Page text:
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It was a maneuver that Bobby Orr had orchestrated hundreds of times before. He cradled the puck on his stick inside the blue line and lured the St. Louis defenseman from his position near the goal. Click. Orr slid the puck past the on-charging defenseman to a teammate at the side of the net. Click. Teammate No. 1 passed to teammate No. 2 in front of Goaltender Ed Staniowski. Click. Red light. The resurrection of Bobby Orr as a Chicago Black Hawk was only 92 seconds old last Thursday night, and on his very first shift in a red, black and white uniform he had engineered Chicago's first goal of the season. With fine dramatic emphasis, the first huzzahs of the new hockey season had been earned by the game's richest and most celebrated team-switcher.
Unfortunately for the Blues, Orr was just warming up. On his third shift, Orr initiated the passing play that led to the second Black Hawk goal. Early in the second period Orr scored himself, his first Chicago goal, working a give-and-go with Cliff Koroll and then blasting a 40-foot wrist shot past Staniowski. And later he started the play that produced still another Chicago goal. When his debut was over, Orr had been on the ice for each of the six goals that the Black Hawks had scored in their 6-4 victory over the Blues. "You know," Chicago Center Stan Mikita said with a smile, "hockey just may be fun again."
As Orr opened for the Black Hawks, the Bruins played the Minnesota North Stars before only 9,221, the smallest non-snowstorm crowd in Boston since Childe Bobby arrived to save the franchise in 1966. The Bruins' owners surveyed the 5,376 empty seats in the Boston Garden, and the next day they went to the courtroom of Judge W. Arthur Garrity in search of an injunction that would prevent Orr from playing for the Black Hawks until the Bruins received proper compensation for Chicago's signing of Orr as a free agent last summer. Hearing of this, Orr's attorney, Alan Eagleson, announced in Toronto that the Black Hawks would breach Orr's five-year, $3 million contract if they gave compensation to the Bruins, and that Orr would be a free agent again.
Boston's court action clearly had the Black Hawks—and Orr—in an unsettled state Saturday night when they lost to the New York Islanders 2-1 at the Nassau Coliseum. Obviously worried that someone might slip him a piece of paper with Judge Garrity's autograph, Chicago Coach Billy Reay steeled himself in the dressing room before the game and posted injured Defenseman Bill White outside the door to keep intruders away. During the game White and Dave Logan bookended Reay behind the Chicago bench, and escorted him Secret Service style to and from the dressing room between periods. After the game Reay bolted the door again and refused to meet with reporters. Reay arranged for Orr to have a private police escort from the building, and later Reay and the other Black Hawks had their own police protection as they exited through a back door.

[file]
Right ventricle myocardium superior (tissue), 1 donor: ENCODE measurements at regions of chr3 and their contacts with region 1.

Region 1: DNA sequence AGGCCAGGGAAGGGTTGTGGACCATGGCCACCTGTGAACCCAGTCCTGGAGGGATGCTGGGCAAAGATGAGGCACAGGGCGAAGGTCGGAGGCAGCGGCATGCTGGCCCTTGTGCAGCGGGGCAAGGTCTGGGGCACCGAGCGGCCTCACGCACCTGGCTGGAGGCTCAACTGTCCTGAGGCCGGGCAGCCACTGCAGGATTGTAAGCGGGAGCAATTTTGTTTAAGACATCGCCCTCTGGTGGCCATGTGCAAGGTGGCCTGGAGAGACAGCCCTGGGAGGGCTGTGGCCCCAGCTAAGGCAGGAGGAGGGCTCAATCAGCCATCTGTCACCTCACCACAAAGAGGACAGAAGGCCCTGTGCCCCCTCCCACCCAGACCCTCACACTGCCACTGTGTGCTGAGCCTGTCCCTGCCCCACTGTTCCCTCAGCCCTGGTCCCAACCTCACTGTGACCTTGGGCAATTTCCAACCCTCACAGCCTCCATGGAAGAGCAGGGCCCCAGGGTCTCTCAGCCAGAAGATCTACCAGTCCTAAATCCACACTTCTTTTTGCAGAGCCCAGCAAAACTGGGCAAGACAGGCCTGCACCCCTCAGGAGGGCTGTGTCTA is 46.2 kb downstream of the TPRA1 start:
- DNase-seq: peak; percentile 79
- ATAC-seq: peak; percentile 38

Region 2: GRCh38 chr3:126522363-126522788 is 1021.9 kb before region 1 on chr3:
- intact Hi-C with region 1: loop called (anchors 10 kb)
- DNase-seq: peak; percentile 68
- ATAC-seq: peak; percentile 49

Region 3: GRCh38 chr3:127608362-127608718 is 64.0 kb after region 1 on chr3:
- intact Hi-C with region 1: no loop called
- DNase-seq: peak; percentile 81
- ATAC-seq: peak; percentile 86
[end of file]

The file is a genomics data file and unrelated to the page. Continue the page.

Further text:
"I don't know what Reay's worried about," said Islander Coach Al Arbour. "People have been chasing Orr for 10 years now and haven't been able to catch him. How's some judge going to do it?"
Orr himself masked uneasiness with cheerful talk. "It's just great to be back playing hockey," he said. "I wasn't always sure that I'd be able to say that. But here I am a Chicago Black Hawk—and trying to help them win some games."
At 28, Orr was a Black Hawk after having spent half his life in what he has called "servitude" to the Bruins. He had signed with Boston as a 14-year-old amateur for a few hundred dollars in cash, a new coat of stucco for the Orr family's house in Parry Sound, Ontario, a secondhand car and the promise—never fulfilled—of some new clothes. During his decade with the Bruins, Orr radically altered the style of hockey by introducing defensemen to the attack side of the game, and he twice scored the winning goal for the Bruins in the final game of the Stanley Cup playoffs. He also had five operations on his ravaged left knee (and one on the right knee), including two last season that limited his activity to just 10 games and convinced the Jacobs family—the third organization to own the Bruins in three years—that he was not worth any $3 million. So now he has resettled with his wife and son on a quiet street in a Chicago suburb, far from his skyscraper penthouse in downtown Boston.
"Orr has been our leader from the minute he walked in on us," Reay says. When Orr walked into Reay's office at the Chicago Stadium, his picture was already on the wall—watching Bobby Hull's 400th career goal go into the Boston net. Reay wisely allows Orr to miss some Black Hawk practices in order to rest his knees, but Orr has fit in easily with the Chicago players. "Bobby's a superstar who acts like a rookie on the fourth line," says Defenseman Dale Tallon. "He disappears into the middle of the group."
Orr's first trip with the Black Hawks began with little ceremony. There were no television crews awaiting his arrival at the St. Louis airport, and there were no bothersome autograph-seekers to disturb him when he went off for some Chinese food with St. Louis Goaltender Eddie Johnston, an old Boston teammate. His opening-night performance impressed his new teammates. "From a distance you can't appreciate Bobby Orr," said Forward Darcy Rota. "He's maybe the best who has ever played the game, yet he's still so gung-ho. Before the game he goes around to each guy in the dressing room and bangs him with his stick, wishing him luck. He's so enthusiastic, so intense, you feel you have to be the same way. And he keeps it up on the bench."